Councillors claim €17,000 for mileage but don't even drive
TWO councillors who have no driving licences have claimed more than €17,000 between them in mileage over the past four years.
Michael Dollard and Detty Cornally, who are both members of the Labour Party, retained their seats on Westmeath County Council in the recent local elections.
Both councillors admitted they have no driving licences and cannot drive, even though a Freedom of Information request revealed both have been claiming mileage to dozens of conferences in the past four years.
Both councillors said they had never taken a lift with another councillor to any of the conferences and had always been driven there and back by their family members -- Mr Dollard by his partner, and Ms Cornally by her son.
It comes as Ceann Comhairle John O'Donoghue is at the centre of controversy over his expense claims and use of the government jet while he was Arts, Sports and Tourism Minister in 2006. A spokesman for Mr O'Donoghue was unavailable for comment last night.
Mr Dollard, who cited a 1.4-litre Rover 45 saloon car and then a 2.2 litre Hyundai Santa Fe jeep on his claim forms, went to 28 conferences in 10 different counties over the past four years. He received €9,283 in mileage expenses and this figure rose to more than €21,000 when the cost of accommodation and food was included.
Mr Dollard said he had been driven there and back to all 28 conferences by his partner Trish, who owned the vehicles cited on his expense claim forms. He said there were two ways they dealt with conferences that lasted for up to a week.
"She would often stay down here and pay out of her own resources or often just leave me down there and come back and collect me and bring me back to Mullingar. It's entirely within the legislation. There's absolutely nothing wrong with that," he said.
Mr Dollard said he had attended the Listowel Writers' Week in Kerry three years in a row at an average cost of €1,000 on each occasion because he was the chair of the Westmeath Arts Forum. He confirmed he had not written any novels yet but said the areas of numeracy and literacy were very close to his heart.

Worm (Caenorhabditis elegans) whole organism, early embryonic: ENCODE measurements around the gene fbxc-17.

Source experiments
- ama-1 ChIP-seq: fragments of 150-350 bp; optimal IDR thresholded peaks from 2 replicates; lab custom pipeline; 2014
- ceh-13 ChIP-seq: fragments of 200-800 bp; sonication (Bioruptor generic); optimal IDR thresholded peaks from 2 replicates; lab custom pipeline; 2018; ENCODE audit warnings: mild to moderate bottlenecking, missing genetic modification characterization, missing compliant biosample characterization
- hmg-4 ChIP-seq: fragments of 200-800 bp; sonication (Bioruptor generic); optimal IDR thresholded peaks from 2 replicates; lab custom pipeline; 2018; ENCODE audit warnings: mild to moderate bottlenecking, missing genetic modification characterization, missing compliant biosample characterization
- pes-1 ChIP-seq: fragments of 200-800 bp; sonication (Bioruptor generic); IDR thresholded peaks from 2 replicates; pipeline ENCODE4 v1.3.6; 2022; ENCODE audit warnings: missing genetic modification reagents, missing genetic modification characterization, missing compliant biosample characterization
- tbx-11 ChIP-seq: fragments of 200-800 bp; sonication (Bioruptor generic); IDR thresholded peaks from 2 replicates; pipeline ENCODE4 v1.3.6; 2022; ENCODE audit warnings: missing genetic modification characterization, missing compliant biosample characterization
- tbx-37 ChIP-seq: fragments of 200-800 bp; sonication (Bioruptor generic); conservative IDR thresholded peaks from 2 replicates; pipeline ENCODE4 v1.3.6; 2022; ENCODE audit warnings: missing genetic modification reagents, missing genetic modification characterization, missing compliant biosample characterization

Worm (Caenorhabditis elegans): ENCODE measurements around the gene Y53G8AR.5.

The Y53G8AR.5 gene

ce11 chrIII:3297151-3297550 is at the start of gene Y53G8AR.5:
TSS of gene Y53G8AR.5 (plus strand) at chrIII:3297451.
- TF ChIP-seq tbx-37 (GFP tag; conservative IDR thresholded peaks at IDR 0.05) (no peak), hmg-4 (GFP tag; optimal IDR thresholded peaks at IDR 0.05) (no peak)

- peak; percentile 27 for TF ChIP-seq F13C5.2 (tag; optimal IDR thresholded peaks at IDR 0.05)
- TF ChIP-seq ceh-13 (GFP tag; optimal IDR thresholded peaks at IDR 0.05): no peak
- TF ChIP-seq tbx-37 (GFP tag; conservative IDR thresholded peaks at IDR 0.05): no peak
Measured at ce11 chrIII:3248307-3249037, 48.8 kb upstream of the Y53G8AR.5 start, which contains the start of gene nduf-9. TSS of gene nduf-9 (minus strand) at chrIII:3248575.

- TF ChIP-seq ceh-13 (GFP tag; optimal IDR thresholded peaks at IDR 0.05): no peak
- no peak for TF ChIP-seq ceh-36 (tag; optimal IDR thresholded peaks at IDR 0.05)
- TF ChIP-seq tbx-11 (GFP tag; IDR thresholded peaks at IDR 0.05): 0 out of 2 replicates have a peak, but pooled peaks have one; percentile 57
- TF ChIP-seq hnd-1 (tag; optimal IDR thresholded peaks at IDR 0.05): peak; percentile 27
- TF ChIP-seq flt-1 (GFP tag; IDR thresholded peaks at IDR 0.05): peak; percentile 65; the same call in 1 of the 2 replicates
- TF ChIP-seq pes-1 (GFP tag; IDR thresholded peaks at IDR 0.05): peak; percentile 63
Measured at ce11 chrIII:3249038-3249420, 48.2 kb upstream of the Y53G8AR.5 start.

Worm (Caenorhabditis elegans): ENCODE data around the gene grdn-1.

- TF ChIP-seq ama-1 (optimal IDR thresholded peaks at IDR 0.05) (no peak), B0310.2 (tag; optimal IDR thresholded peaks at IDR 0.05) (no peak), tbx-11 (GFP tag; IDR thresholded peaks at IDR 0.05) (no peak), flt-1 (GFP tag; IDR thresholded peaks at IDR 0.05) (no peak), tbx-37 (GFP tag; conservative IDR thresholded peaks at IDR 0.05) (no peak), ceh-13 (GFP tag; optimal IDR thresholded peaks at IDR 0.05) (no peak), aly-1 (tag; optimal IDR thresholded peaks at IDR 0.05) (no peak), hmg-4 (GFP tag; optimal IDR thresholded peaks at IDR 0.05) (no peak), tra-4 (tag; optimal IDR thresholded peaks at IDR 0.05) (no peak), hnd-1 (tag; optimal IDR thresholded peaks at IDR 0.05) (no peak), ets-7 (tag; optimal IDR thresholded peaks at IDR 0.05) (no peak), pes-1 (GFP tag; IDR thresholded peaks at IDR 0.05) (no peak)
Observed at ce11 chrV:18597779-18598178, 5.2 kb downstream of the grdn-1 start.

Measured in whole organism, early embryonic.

"I would go to a lot of seminars that deal with the arts. That's why I go to the Listowel Writers' Week. It gives me an insight into what is going on in the area of arts in Ireland, particularly literature," he said.
Mr Dollard was also asked if his level of spending on conferences was justified.
"I think you could ask the electorate that. I actually got one of the highest votes in the country. I have topped the poll in every election I ran in since 1985 and people out there have full trust in Mick Dollard because I'm a grafter. I work hard," he said.
Ms Cornally, who cited a 1.5-litre Nissan Almera saloon car on her claim forms, went to 26 conferences over the past four years.
Ms Cornally said she paid her son Eoin, a part-time teacher, to drive her to all 26 conferences. She also confirmed that he owned the Nissan Almera car cited on her expense claims.
"I pay him the expenses. He can't do it for nothing. He's not a full-time teacher and he would be available to bring me," she said.
She said her son was prepared to drive her to conferences in counties such as Kerry, drive home to Westmeath and then drive down a week later to pick her up again.
"If need be, he would, it would be no problem," she said
It is the latest conference expenses controversy to hit the Labour Party.
Last June the party's Galway city-based councillor Billy Cameron claimed thousands of euro in mileage expenses despite having no driving licence.
He said the car he had cited on his claim forms was owned by his brother, who had driven him to conferences all over the country.
A Labour Party spokesman was asked for comment about the mileage claims by Mr Dollard and Ms Cornally.
"It would appear that both councillors have complied in full with the appropriate regulations in this matter," he said.
Westmeath County Council said it had been notified by Mr Dollard that his partner was driving him to conferences, and that Ms Cornally had indicated in some cases that she was being driven to conferences by her son.
Its head of finance Eddie Hynes said the council had approved the arrangements, but it would not tolerate councillors who claimed mileage while getting lifts from fellow councillors.
"If you don't travel, you don't get paid. Full stop," said Mr Hynes.